Agfa Record III with Agfapan APX 100 (6x9 medium format)
Zodel Baldalux with Agfapan APX 100 (6x9 medium format)
Some of these rolls of film went through X-rays more than one before and after exposure when travelling, although as a medium speed film, this should not affect the emulsion, nor is it clear whether this would increase any reactions to the backing paper, but this was perhaps not unexpected with out-of-date film, with unknown storage conditions - this is, after all, sometimes seen with new film. However, that it did not occur with all rolls, though apparently from the same batch, was frustrating, as it couldn't be anticipated.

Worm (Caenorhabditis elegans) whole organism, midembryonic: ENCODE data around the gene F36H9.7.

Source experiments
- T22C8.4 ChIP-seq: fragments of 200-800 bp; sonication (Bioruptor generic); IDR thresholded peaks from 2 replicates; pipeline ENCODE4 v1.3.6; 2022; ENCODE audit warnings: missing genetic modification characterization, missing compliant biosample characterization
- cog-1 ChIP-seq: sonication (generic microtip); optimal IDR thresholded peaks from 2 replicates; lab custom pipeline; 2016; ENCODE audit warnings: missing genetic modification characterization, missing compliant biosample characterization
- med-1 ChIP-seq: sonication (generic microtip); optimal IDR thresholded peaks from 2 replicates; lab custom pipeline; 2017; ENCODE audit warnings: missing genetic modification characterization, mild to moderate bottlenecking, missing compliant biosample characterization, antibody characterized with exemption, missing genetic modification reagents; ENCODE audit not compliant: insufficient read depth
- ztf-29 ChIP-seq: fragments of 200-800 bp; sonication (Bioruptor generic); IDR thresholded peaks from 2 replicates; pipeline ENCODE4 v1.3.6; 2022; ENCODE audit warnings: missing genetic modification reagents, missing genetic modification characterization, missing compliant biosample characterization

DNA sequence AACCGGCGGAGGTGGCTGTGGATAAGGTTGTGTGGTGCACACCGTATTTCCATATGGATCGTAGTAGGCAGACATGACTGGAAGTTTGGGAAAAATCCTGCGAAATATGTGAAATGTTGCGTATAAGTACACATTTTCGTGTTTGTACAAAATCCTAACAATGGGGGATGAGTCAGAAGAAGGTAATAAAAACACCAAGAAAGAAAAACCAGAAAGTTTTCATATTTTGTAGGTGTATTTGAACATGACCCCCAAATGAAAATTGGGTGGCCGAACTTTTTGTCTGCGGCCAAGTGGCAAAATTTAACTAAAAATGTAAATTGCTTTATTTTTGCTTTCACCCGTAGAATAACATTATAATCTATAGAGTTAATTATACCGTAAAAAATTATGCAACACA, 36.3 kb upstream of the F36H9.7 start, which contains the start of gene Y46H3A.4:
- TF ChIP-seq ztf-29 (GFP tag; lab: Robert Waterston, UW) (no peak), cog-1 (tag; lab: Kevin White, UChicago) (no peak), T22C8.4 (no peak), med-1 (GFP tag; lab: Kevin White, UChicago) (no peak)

Agfa Agfapan APX 100 in sheet film (6.5x9cm) and 35mm
With the notion that I might write a blog post about Agfapan APX 100, I sought out a couple of rolls of APX 100 in 35mm to make some tests with - ordinarily, I wouldn't do this for discontinued films, although I might test for sensitivity; a latitude test, and tests for pull/push processing I would usually make for my own future reference, less of a necessity with a discontinued film that one might not have the opportunity to use in future (I also found some 6.5x9cm sheet film around the same time, with a process before date of January 95, using this with my Glunz plate camera, making such a sensitivity test with one sheet from this box). For a latitude test with the 35mm film, I shot half a roll of Agfapan APX 100 with a date of January 2002, rather older than the Rollei Retro 100 I'd used a few years previously.

35mm Agfa Agfapan APX 100 latitude test